[OPE-L:5094] Re: Abstract prices or absurd, self-contradictory

Ajit Sinha (ecas@cc.newcastle.edu.au)
Thu, 22 May 1997 03:04:14 -0700 (PDT)

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This is a reply to Andrew's ope-l:5088

Arguing with Andrew Kliman is probably the most frustrating thing a man
could indulge in in this world. He either does not understand economic
theories or pretends not to understand. He may not have studied economics as
a student, and might have just plunged into marxism straight away-- some of
his earlier postings suggest to me that this probably is the case. Then in
that case his high rhetoric against well accepted economic theory is out of
place. In the last post he suggested that if I prove 'my theory', given his
conditions, then he will accept that his theory is absurd and admit it
publicly and may be also in print. And this is the kind of logic I have to
work against all the time. It is not enough for me to prove to him nth time
that his theory is absurd, for him to accept it. Every time I show him that
his so-called interpretation of marx's theory of value and transformation
problem that rests on assumptions that prices determine prices and 1$ = 1
hour of labor are both absurd assumptions, he neately cuts them out and gets
into the game of cut and paste of quotations and rhetorics. He probably
thinks that nobody reads what I send to the list, so when he cuts my
arguments in his response nobody will know. Now, I have decided not to waste
more time playing this frustrating game. I long for a Samuelson who would
have honesty and enough guts to admit that he was wrong when it was pointed
out to him in the reswitching debate.

The problem with Andrew is that he nither understands value, nor prices, nor
money as a unit of account; and these are the three concepts he is dealing
with. His basic problem with the input-output theory of prices is that
inputs are bought before outputs are produced and so their prices should be
different. But he should know that at any given time point there could be
only one price for a commodity. So the valuation of capital, which is what
input prices are in input-output theory, must be made by the same prices as
the prevailing output prices at that point of time. Anybody, who has read
Marx closely should be clear about this. Marx categorically makes the point
that if a commodity lasts for more than one time period, for example cloth
or machine, and the technology in the meanwhile changes making the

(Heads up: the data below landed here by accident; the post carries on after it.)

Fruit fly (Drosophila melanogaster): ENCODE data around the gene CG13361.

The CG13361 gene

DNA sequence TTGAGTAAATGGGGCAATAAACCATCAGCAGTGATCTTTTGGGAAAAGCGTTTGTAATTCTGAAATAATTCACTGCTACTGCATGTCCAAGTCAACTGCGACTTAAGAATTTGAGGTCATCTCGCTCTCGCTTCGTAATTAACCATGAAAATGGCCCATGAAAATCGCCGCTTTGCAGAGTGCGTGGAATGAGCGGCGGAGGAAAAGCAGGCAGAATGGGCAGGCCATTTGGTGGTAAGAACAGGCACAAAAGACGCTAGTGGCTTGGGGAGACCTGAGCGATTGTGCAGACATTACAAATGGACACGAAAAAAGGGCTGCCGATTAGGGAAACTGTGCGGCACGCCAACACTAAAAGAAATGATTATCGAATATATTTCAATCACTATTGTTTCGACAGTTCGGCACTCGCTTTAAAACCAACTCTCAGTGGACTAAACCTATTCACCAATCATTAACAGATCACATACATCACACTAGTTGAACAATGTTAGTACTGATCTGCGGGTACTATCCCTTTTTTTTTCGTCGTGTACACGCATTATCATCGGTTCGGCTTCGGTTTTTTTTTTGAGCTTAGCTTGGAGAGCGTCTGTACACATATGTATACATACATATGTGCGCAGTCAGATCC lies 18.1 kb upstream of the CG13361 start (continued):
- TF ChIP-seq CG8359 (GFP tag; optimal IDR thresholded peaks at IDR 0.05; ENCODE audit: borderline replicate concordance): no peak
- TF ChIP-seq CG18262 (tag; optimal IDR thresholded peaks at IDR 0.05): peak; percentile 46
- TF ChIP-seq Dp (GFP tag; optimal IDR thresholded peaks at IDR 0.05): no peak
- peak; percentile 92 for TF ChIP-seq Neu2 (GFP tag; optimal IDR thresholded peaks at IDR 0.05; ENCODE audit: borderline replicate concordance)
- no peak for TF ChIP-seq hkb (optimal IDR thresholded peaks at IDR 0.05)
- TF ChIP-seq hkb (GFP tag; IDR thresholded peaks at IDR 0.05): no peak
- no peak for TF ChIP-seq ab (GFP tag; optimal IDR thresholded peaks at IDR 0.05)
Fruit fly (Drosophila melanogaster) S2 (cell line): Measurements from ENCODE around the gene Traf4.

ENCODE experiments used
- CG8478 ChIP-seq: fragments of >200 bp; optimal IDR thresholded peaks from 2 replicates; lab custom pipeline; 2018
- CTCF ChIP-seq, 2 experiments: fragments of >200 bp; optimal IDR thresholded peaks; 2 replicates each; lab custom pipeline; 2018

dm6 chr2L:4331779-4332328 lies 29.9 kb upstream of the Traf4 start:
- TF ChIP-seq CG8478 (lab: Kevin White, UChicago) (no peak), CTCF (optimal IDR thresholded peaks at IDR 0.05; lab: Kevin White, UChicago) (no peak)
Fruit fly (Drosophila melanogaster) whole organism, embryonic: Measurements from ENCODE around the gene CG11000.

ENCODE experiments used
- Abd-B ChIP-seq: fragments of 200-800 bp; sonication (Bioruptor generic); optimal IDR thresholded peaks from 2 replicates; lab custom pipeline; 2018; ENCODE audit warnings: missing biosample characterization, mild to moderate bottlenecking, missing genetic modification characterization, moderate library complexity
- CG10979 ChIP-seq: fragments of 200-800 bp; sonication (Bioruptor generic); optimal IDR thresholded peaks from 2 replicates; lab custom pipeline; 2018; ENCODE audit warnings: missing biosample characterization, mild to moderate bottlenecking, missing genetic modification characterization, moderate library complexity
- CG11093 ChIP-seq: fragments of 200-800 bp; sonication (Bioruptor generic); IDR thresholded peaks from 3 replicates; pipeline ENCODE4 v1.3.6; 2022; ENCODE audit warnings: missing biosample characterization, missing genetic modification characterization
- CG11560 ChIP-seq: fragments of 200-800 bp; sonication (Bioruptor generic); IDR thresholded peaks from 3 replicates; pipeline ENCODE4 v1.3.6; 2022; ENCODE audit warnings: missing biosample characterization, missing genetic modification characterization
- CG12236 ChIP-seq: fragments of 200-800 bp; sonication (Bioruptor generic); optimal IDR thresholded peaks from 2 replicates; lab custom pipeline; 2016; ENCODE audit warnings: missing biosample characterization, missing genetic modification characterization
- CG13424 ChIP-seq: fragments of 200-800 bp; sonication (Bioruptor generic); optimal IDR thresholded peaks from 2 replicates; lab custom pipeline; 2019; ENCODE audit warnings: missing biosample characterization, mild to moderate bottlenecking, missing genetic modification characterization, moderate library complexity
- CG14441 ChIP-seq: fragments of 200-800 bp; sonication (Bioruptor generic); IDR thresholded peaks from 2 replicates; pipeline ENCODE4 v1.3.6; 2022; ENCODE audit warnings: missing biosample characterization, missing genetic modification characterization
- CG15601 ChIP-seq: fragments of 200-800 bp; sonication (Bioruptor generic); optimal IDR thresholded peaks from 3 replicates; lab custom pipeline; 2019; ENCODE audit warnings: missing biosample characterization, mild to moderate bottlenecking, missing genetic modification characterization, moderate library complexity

production of the same cloth or machines easier, then the old cloth or
machine would fall in value, since the value of a type of commodity must be
the same at any given point of time. All the problems Andrew and John Ernst
are talking about stems from a general mishandling of the concept of money.
They generally have fiat money in mind, and when they talk about rise and
fall in prices, they hold the value of fiat money constant. But this is
clearly an unjustified assumption. The value of fiat money is nothing but
the amount of goods and services it can buy. When all the prices have risen
or fallen proportionately, it means that the value of fiat money has fallen
or risen by the same proportion. Not appreciating this point is at the root
of Andrew's claim that Sraffa's profit rate is not unique. When I pointed
out that the profit rate, in his example, must be calculated on the value of
'real' capital investment--meaning that the change in the value of fiat
money because of his assumption of price deflation must be corrected--he
simply showed a complete nonunderstanding of the issue and went on a long
rhetoric about "real". Similarly, when I told him that the price of corn at
any given time would be the same no matter if they were produced some years
apart as long as corn was corn, he went on to list price of corn for several
years in dollar terms to show me that price of corn varies over the years,
as if this must come to me as a great revelation! I must say I do feel quite
tired. It is too much to expect from me to keep on explaining the first year
undergraduate stuff like the difference in 'real' and 'nominal' and what
does numerier means etc. specially when the other side is only interested in
rhetorical games. Andrew says: "you protest too much". My answer is: you
understand too little. I sometime feel I'm breaking my head against a brick
wall. Cheers, ajit sinha